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I'm currently teaching myself Lua for iOS game development, since I've heard lots of very good things about it. I'm really impressed by the level of documentation there is for the language, which makes learning it that much easier.

My problem is that I've found a Lua concept that nobody seems to have a "beginner's" explanation for: nested brackets for quotes. For example, I was taught that long strings with escaped single and double quotes like the following:

string_1 = "This is an \"escaped\" word and \"here\'s\" another."

could also be written without the overall surrounding quotes. Instead one would simply replace them with double brackets, like the following:

string_2 = [[This is an "escaped" word and "here's" another.]]

Those both make complete sense to me. But I can also write the string_2 line with "nested brackets," which include equal signs between both sets of the double brackets, as follows:

string_3 = [===[This is an "escaped" word and "here's" another.]===]

My question is simple. What is the point of the syntax used in string_3? It gives the same result as string_1 and string_2 when given as an an input for print(), so I don't understand why nested brackets even exist. Can somebody please help a noob (me) gain some perspective?

14

It would be used if your string contains a substring that is equal to the delimiter. For example, the following would be invalid:

string_2 = [[This is an "escaped" word, the characters ]].]]

Therefore, in order for it to work as expected, you would need to use a different string delimiter, like in the following:

string_3 = [===[This is an "escaped" word, the characters ]].]===]

I think it's safe to say that not a lot of string literals contain the substring ]], in which case there may never be a reason to use the above syntax.

  • So, all the nested brackets do is make the container "tag" different than the string? That way, string_3 would output the following: – elersong Jan 21 '14 at 0:32
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    @elersong - It helps you put whole program in a string without any changes: my_program = [=[print[[This is an "escaped" word]]]=] – Egor Skriptunoff Jan 21 '14 at 0:43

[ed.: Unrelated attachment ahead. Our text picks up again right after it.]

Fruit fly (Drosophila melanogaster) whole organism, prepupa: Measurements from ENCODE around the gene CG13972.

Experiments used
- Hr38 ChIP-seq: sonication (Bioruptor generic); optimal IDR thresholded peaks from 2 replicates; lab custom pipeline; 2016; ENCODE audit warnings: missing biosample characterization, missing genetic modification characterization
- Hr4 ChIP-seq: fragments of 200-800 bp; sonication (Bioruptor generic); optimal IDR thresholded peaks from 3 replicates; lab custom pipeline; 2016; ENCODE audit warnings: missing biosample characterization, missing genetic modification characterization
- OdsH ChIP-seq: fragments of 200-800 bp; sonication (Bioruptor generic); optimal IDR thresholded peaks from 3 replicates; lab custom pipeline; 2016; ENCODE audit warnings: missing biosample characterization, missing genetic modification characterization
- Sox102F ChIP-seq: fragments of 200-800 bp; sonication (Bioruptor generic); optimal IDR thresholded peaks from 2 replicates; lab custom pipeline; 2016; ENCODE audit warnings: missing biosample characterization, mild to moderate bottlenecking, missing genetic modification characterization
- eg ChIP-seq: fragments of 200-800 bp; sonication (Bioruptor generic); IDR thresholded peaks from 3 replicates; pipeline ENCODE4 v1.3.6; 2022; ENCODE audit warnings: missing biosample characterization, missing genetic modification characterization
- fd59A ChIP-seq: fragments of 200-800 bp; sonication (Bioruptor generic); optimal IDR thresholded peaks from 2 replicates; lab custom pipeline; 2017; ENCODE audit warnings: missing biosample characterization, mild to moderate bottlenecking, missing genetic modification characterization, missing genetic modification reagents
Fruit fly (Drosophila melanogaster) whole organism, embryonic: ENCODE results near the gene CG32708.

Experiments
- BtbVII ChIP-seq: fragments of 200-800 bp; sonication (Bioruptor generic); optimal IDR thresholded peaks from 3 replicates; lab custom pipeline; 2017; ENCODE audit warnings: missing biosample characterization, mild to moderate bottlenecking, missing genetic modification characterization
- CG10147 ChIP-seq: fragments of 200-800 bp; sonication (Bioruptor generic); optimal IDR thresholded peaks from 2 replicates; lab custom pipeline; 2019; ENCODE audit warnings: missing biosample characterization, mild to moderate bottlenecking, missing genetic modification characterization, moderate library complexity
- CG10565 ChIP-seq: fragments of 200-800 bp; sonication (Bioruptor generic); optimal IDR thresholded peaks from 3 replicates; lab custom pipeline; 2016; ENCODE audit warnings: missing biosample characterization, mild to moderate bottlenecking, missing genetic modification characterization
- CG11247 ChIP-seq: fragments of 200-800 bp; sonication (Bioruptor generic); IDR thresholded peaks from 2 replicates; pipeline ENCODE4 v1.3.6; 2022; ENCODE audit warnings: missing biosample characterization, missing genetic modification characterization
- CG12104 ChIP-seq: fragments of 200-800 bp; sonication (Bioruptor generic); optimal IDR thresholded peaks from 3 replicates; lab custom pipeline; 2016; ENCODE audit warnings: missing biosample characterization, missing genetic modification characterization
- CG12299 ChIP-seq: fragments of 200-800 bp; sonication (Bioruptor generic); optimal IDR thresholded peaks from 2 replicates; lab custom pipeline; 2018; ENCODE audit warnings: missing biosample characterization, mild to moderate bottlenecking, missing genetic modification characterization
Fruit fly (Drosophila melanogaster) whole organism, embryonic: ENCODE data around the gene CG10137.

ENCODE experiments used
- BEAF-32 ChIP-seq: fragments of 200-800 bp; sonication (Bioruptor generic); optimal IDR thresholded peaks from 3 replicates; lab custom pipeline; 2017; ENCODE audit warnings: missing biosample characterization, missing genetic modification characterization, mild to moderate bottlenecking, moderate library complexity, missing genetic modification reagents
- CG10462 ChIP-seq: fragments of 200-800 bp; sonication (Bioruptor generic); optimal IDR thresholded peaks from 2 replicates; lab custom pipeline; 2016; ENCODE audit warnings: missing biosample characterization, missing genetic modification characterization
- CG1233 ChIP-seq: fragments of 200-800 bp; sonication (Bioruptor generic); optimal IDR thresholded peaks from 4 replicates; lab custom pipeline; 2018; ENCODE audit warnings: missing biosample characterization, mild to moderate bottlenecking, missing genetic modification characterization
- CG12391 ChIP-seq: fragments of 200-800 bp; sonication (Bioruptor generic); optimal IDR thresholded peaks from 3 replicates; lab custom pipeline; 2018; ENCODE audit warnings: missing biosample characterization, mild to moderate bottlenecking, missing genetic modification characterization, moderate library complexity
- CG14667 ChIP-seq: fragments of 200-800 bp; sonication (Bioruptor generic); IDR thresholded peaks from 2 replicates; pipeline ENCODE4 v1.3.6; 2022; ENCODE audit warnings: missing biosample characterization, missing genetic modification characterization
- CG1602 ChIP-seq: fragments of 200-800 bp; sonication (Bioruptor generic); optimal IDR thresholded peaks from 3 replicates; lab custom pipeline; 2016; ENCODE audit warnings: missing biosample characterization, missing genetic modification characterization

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    It should also be pointed out that you can programatically determine the count of = needed to quote an arbitrary string and that quoting said string requires no changes to the contents of the string itself only surrounding it with the appropriate long string markers. – Etan Reisner Jan 21 '14 at 2:26
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    [[ ]] strings are multi-line, too. – Ryan Stein Jan 21 '14 at 2:48
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    Late, but you can use ("%q"):format(string) to generate a quoted string with all of the necessary escapes applied. – Someguynamedpie May 16 '18 at 21:58
1

It helps to, well, nest them:

print [==[malucart[[bbbb]]]bbbb]==]

Will print:

malucart[[bbbb]]]bbbb

But if that's not useful enough, you can use them to put whole programs in a string:

loadstring([===[print "o m g"]===])()

Will print:

o m g

I personally use them for my static/dynamic library implementation. In the case you don't know if the program has a closing bracket with the same amount of =s, you should determine it with something like this:

local c = 0
while contains(prog, "]" .. string.rep("=", c) .. "]") do
  c = c + 1
end
-- do stuff

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